Pharmacological role of efflux transporters: Clinical implications for medication use during breastfeeding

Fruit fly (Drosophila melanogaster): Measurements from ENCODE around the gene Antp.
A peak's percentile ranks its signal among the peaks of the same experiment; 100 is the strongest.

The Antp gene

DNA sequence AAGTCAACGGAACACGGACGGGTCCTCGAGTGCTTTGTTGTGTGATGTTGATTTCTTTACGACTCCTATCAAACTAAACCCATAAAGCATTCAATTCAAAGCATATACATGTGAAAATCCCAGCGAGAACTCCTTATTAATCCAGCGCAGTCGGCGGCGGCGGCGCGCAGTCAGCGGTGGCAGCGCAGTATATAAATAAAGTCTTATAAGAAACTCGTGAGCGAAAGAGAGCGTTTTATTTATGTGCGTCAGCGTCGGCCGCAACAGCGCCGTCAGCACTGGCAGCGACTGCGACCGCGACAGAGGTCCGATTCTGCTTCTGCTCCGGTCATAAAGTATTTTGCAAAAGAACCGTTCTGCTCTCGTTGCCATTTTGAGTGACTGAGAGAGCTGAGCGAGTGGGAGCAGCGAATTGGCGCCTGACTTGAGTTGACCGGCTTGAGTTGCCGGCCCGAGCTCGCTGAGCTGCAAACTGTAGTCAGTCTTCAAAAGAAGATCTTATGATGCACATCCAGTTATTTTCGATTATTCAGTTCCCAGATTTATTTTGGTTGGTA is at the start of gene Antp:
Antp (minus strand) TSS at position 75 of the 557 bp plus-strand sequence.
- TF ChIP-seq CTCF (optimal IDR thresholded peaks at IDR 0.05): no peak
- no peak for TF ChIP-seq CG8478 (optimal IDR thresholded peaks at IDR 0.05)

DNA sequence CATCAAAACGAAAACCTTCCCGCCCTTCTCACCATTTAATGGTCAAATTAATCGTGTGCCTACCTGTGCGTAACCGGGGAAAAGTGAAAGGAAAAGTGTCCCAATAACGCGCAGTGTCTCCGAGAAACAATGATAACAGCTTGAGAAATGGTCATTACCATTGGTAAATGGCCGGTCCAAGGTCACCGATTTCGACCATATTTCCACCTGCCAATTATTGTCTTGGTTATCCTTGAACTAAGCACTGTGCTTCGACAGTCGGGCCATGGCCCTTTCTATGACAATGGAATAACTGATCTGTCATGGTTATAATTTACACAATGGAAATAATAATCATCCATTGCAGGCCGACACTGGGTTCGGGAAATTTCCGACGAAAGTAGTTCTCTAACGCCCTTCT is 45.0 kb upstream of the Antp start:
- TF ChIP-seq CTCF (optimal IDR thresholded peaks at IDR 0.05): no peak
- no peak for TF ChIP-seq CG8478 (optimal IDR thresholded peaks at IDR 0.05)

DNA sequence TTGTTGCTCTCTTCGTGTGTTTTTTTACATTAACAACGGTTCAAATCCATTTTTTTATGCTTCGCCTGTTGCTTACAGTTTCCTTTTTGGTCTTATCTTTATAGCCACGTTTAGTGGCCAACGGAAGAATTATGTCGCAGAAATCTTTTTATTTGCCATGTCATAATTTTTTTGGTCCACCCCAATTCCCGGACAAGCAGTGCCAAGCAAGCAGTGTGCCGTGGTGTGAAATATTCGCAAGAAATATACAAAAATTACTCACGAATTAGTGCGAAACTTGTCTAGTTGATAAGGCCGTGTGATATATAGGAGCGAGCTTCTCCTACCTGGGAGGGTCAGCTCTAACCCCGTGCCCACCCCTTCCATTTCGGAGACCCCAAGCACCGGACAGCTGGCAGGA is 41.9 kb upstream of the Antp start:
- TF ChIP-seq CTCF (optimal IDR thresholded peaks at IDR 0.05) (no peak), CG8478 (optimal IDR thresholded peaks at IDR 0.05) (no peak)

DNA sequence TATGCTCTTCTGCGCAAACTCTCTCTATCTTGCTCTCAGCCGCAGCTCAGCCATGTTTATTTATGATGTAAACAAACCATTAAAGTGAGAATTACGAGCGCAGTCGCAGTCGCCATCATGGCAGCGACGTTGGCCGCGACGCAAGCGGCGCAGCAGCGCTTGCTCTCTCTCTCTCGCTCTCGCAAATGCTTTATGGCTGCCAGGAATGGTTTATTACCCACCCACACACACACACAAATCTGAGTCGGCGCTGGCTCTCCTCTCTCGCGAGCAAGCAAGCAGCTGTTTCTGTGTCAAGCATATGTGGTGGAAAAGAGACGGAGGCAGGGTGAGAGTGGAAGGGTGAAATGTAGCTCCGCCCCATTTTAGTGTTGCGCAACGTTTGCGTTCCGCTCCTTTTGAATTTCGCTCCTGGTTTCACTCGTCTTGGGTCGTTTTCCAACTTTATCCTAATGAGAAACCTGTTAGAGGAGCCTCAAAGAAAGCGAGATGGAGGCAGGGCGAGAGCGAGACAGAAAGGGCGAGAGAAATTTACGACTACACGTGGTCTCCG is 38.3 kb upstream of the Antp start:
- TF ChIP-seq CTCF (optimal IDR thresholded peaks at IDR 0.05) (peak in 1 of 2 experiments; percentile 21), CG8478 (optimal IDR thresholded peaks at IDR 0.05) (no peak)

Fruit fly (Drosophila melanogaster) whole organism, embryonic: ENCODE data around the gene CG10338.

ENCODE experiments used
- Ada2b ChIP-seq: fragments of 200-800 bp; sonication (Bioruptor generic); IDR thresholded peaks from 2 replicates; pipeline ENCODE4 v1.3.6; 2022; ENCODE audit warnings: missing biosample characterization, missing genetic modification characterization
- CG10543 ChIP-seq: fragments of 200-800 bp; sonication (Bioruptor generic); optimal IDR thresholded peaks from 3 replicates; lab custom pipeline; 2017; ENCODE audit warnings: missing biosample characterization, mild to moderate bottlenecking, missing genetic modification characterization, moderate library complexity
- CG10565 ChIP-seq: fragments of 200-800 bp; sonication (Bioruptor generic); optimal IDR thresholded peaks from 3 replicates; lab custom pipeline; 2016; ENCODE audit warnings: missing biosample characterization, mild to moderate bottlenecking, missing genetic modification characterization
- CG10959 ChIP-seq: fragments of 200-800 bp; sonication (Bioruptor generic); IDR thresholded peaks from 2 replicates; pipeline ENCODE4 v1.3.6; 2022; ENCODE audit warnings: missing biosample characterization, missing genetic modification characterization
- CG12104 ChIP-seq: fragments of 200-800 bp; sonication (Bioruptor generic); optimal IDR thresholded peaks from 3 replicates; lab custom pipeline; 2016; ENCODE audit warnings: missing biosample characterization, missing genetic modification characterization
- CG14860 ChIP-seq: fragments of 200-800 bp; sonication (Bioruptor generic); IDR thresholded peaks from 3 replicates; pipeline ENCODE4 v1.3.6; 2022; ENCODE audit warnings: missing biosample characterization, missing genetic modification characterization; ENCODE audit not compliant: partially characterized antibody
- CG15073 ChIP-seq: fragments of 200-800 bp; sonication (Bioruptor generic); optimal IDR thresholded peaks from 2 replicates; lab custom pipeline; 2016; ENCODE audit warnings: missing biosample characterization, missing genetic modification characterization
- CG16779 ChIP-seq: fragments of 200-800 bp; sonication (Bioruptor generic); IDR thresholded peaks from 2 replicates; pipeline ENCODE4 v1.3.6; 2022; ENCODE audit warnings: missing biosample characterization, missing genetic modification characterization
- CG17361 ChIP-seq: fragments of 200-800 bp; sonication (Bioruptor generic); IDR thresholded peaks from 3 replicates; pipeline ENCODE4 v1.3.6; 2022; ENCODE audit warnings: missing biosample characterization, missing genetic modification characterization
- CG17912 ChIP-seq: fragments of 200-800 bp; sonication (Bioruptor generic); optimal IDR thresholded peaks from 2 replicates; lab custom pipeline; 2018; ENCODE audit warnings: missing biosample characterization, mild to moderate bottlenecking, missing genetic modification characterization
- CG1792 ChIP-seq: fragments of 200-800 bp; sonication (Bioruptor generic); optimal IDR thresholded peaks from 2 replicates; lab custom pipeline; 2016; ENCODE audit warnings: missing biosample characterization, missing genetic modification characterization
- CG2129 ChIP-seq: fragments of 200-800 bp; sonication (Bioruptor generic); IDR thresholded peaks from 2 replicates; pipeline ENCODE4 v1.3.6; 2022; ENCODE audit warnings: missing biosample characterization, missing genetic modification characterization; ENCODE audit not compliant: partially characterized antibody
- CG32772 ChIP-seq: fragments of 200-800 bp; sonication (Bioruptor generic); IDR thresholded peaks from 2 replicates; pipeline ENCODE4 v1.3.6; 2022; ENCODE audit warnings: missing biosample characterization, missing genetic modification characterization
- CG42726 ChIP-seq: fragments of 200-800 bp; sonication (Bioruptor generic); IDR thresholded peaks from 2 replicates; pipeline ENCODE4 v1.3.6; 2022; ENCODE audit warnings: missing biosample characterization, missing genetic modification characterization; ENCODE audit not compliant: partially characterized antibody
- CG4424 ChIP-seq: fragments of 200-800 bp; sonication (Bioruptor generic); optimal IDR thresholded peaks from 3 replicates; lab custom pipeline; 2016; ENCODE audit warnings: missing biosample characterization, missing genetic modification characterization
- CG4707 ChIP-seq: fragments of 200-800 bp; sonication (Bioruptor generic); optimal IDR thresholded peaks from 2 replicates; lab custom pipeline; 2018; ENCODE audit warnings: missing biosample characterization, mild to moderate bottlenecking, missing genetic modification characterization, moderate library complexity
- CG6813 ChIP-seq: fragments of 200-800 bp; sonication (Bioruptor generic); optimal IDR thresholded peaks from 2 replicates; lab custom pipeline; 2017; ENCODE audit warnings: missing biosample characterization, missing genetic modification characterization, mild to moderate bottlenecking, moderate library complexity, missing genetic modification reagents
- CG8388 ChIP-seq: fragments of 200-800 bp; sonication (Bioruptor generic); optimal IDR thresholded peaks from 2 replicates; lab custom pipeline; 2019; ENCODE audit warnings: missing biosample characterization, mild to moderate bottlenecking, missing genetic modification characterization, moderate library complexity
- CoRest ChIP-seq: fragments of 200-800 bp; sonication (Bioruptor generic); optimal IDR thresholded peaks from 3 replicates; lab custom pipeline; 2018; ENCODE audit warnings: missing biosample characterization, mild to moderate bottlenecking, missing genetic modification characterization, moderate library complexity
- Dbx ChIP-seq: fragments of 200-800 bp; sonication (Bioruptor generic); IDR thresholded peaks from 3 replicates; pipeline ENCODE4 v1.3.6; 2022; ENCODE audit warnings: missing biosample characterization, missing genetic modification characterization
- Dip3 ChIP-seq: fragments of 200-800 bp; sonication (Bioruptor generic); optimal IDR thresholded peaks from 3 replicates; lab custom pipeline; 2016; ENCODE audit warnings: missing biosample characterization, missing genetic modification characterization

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The World Health Organisation recommends exclusive breastfeeding for the first six months of an infant’s life and in combination with solid food thereafter. This recommendation was introduced based on research showing numerous health benefits of breastfeeding for both the mother and the infant. However, there is always concern regarding the transfer of medications from mother to their breastfed baby via milk. Pharmacokinetic properties of a drug are usually used to predict its transferability into breast milk. Although most drugs are compatible with breastfeeding, cases of toxic drug exposure have been reported. This is thought to be due to active transport mechanisms whereby efflux transporter proteins expressed in the epithelial cells of the mammary gland actively secrete drugs into milk. An example of such efflux transporters including the breast cancer resistance protein which is strongly induced during lactation and this could result in contamination of milk with the substrates of this transporter which may place the suckling infant at risk of toxicity. Furthermore, there is little known about the substrate specificity of most efflux transporters as we have highlighted in this review. There also exists some degree of contradiction between in vivo and in vitro studies which makes it difficult to conclusively predict outcomes and drug-drug interactions.
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